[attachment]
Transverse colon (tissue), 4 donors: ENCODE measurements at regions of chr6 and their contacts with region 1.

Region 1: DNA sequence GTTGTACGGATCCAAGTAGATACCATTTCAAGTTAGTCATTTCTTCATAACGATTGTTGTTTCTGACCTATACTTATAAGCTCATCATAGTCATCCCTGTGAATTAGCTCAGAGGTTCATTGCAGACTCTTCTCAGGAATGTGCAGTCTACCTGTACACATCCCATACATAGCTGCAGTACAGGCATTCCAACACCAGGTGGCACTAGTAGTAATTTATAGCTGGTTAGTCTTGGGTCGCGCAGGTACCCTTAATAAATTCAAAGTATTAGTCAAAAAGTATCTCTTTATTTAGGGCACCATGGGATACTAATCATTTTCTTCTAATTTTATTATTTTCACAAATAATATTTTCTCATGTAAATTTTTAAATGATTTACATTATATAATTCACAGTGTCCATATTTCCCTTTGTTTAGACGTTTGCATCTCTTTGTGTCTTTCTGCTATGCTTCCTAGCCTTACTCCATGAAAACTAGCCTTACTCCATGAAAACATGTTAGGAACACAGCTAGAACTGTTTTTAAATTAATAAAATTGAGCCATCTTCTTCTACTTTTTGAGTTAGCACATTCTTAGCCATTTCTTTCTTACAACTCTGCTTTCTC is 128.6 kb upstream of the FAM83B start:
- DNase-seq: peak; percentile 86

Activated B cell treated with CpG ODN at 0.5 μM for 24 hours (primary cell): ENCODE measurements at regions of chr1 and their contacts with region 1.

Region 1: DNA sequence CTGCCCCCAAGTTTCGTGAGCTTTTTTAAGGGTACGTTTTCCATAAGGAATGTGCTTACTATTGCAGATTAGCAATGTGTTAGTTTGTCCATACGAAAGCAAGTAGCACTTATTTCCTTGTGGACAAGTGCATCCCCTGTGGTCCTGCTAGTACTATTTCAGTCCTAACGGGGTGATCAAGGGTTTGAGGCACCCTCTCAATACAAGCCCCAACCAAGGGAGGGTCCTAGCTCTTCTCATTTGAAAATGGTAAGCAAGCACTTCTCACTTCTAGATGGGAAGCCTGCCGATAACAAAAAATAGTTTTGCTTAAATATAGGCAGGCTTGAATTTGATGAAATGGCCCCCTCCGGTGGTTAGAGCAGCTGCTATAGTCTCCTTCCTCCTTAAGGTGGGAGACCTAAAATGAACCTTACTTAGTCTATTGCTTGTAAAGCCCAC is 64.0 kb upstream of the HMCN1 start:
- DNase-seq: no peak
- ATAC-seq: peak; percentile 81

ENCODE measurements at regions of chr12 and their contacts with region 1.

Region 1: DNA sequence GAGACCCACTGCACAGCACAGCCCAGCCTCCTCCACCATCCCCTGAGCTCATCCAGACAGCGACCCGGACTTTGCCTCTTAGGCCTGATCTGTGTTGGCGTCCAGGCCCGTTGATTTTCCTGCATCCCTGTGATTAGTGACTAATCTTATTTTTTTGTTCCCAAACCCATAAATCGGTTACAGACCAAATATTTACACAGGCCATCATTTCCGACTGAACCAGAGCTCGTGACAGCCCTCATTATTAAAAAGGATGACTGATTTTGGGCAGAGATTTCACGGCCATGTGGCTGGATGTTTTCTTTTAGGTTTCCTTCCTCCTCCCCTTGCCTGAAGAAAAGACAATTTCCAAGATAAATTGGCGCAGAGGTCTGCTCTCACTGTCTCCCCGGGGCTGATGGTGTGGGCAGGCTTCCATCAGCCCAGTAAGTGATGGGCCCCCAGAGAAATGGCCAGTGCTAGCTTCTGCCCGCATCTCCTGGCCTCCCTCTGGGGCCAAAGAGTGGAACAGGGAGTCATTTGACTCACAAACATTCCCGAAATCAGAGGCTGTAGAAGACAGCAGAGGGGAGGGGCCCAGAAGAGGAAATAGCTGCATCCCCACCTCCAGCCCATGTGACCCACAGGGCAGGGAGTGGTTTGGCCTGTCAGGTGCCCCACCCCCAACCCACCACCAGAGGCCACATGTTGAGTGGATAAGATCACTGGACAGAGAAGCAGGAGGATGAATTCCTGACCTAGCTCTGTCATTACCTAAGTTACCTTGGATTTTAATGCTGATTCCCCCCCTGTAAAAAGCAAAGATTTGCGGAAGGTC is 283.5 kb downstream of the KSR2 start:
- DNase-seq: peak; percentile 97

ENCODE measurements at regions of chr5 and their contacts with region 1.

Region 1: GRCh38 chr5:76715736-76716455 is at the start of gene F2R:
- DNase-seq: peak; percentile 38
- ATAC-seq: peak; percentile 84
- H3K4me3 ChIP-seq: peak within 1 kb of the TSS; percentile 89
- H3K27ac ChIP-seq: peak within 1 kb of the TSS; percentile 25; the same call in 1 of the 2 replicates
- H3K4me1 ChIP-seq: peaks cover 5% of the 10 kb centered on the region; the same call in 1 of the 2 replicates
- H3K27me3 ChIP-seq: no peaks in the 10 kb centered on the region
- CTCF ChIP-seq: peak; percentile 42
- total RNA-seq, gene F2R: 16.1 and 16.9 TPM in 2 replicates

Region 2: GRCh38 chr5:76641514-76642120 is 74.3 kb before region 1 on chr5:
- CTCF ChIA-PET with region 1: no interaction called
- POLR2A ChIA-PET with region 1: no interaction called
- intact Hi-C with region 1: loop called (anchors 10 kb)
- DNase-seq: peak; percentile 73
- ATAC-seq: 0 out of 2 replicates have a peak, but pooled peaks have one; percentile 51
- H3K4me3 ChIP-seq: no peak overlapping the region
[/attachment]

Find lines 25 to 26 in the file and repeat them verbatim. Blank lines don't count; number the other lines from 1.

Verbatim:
- DNase-seq: peak; percentile 73
- ATAC-seq: 0 out of 2 replicates have a peak, but pooled peaks have one; percentile 51